The movie portrays Tyne as a reckless cowboy who drags his crew all the way out to the Flemish Cap, 2,000 km from home, to find fish—disregarding dire weather warnings. (In fact, it was not until he was on his way back that the danger became apparent.) The first half of the movie is spent waiting for the storm, the last half enduring it. Some of the action scenes are staggering, with the Andrea Gail trying to climb the Everest of what Junger calls “a non-negotiable wave.” And there is a heartstopping sequence of a helicopter rescuing a sailboat crew.

But the interminable deluge of effects, with actors screaming through walls of water, gets tiring.

A bombastic score by James Fforner (Titanic) blows through the movie like an idiot wind, never letting up. And why do directors of disaster movies now feel obliged to torture the viewer with strobing lights? In this case, presumably, it’s lightning. But even the underwater scenes are lit like a disco, and having your optic nerve diddled for almost an hour is hugely irritating, a trip to a perfect migraine. The Perfect Storm turns an enthralling, unsentimental book into seasick shlock.

ME, MYSELF AND IRENE Canadian actor Jim Carrey is his own walking, talking blockbuster. As the Jekyll-and-Hyde split personality in Irene, he portrays a man at war with himself. One side of him is Charlie, a pathetically nice Rhode Island cop who cannot bring himself to write a parking ticket, like a parody of a polite Canadian. Then

there is the monster within, whose idea of courtship is a dildo and a botde of rum. It’s as if Truman and the Cable Guy are fighting for the same body. Together they form a triangle with Irene (Renée Zellweger), damsel on the lam.

The movie works hard to be politi-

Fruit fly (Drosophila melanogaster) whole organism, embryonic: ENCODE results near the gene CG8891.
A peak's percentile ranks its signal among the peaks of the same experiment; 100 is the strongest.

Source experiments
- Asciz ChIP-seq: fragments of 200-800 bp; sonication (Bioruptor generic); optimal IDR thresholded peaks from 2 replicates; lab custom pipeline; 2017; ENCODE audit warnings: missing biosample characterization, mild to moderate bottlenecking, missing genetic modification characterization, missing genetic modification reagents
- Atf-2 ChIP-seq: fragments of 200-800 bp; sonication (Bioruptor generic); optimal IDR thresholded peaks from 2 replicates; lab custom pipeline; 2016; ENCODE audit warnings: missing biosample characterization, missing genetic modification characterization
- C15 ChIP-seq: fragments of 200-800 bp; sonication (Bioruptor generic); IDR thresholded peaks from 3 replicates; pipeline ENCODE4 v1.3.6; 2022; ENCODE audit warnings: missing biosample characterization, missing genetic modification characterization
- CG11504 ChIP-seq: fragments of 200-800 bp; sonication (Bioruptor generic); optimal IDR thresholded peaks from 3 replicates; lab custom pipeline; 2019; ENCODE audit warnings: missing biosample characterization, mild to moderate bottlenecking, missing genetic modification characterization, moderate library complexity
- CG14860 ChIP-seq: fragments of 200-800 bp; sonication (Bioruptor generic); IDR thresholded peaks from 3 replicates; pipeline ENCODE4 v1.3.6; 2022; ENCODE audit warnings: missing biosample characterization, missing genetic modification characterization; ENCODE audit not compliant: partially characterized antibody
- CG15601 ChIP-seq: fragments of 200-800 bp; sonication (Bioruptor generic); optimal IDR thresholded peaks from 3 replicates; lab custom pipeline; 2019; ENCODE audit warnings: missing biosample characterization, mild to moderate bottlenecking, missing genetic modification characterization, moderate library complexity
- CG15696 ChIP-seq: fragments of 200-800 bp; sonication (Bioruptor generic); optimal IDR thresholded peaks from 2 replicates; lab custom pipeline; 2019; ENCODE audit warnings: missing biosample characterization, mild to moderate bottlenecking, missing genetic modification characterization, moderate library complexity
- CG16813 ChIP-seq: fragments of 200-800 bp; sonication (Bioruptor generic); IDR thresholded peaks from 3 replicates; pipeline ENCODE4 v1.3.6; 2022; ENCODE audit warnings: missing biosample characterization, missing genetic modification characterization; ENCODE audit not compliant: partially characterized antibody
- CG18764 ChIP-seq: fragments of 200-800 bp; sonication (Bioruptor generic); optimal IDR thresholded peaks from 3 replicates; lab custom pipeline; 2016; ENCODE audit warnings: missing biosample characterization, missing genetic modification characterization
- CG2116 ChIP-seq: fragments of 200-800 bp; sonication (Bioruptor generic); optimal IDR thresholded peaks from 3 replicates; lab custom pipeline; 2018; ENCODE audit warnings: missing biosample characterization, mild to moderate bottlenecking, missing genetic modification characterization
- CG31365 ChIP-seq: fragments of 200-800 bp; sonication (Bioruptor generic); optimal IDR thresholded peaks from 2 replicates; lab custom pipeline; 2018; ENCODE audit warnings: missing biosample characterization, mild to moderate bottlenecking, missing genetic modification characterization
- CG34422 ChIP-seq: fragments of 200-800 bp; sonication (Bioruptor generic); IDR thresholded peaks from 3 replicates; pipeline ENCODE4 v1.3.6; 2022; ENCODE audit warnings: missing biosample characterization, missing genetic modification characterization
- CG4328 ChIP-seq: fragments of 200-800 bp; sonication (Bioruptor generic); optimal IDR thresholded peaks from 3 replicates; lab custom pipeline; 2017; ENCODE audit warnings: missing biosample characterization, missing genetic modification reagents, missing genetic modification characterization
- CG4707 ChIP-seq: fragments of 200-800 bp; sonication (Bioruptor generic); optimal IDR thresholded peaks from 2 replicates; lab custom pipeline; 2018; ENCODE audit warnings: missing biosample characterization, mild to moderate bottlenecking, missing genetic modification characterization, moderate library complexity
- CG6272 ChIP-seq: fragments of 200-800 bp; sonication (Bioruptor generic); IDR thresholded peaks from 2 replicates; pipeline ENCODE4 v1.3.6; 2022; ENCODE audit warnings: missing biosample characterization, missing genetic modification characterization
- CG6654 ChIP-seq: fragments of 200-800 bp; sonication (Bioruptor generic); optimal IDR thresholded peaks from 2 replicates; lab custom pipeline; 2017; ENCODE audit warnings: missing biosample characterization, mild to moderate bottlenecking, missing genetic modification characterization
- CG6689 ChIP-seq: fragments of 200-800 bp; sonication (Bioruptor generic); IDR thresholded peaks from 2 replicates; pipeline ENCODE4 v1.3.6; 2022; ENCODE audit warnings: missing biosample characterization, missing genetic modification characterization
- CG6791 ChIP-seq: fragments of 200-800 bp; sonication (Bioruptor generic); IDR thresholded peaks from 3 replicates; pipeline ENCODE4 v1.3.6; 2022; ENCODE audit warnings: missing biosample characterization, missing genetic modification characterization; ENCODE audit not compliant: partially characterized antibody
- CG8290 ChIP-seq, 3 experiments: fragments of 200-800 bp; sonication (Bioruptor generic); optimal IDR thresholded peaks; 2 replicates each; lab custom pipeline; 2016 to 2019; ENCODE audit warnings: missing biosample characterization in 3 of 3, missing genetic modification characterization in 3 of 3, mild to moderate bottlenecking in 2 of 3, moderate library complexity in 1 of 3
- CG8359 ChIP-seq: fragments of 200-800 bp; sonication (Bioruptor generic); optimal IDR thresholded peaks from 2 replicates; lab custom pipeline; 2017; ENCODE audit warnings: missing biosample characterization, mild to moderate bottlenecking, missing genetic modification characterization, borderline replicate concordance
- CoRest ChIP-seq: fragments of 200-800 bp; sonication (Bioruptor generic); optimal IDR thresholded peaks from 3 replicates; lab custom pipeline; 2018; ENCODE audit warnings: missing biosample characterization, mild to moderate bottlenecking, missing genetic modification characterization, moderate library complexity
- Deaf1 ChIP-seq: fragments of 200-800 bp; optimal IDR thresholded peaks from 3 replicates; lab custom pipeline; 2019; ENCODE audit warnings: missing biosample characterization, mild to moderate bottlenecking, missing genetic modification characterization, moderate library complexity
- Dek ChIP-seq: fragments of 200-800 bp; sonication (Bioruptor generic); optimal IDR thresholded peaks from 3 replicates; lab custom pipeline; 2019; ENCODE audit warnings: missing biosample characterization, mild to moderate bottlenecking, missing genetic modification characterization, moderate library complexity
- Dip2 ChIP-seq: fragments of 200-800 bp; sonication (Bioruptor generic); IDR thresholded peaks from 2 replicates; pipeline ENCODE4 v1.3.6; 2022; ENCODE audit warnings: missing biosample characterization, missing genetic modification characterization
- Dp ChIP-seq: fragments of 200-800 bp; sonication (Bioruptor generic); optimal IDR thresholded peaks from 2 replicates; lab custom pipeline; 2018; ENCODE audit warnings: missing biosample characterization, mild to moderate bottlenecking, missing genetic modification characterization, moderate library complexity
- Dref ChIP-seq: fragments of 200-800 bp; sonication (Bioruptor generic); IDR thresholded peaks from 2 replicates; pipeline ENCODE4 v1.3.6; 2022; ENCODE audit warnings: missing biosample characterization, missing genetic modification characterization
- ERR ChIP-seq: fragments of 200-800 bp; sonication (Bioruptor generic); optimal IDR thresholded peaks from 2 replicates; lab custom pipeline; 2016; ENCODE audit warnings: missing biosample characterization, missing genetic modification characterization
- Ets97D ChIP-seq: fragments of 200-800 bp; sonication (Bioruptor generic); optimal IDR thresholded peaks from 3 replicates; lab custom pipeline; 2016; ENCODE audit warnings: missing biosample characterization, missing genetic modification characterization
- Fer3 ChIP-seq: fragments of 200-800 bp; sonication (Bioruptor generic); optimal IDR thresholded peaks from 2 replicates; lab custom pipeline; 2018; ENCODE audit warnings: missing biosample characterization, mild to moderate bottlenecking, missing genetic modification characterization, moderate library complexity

cally incorrect—from the moment Charlie’s wife dumps him for a pesky African-American midget, leaving him illegitimate black triplets who grow into trash-talking teens with genius IQs. And various groups have protested the use of the term “schizo.” But its worst offence is that the story is just an excuse for the gags. Unlike Bobby and Peter Farrelly’s previous hit, There’s Something About Mary, Irene plays like a one-man show, and while Carrey is funny, even two of him cannot make up for a lame script. CHICKEN RUN Directed by Peter Lord and Nick Park, the British team behind the Oscar-winning Wallace and Gromit shorts, this Plasticene cartoon is smarter—and more three-dimensional—than most of the summer’s live-action features. Parodying films like The Great Escape and Stalag 17,

the action unfolds behind the barbed wire of Tweedy’s Egg Farm. Mrs. Tweedy (voiced by Miranda Richardson) is planning to turn her clucking inmates into chicken pies with a monstrous new baking machine.

Reminiscent of Babe, Chicken Run is darker than most kids’ flicks. We see the shadow of a chicken getting its head chopped off; a depressed hen crochets a noose; and the camp’s infernal pie-baking contraption has a hint of Ffolocaust ovens. But like The Simpsons, Chicken Run works on multiple levels—for all ages except very small children. It’s more fun than a movie full of Plasticene poultry has any right to be.

THE ADVENTURES OF ROCKY AND BULLWINKLE When it first hit prime time in 1961, it was television’s pioneer post-modern cartoon. Now, director Des McAnuff (Tommy), a Toronto native, plucks TV’s punning moose and flying squirrel out of rerun limbo and drops them in a live-action world. Blundering villains Boris and Natasha morph into real-life characters, played by Jason Alexander and Rene Russo. Robert De Niro does Peter Sellers riffs as their Fearless Leader, while an ingenue FBI agent, played by the wholesomely sexy Piper Perabo, helps the cartoon animals save the world from being zombified by bad television. Recalling a time when we could enjoy deconstruction without knowing what it meant, this deadpan romp is oddly amusing—a cute distraction from the war zone of Hollywood’s gods and monsters. ED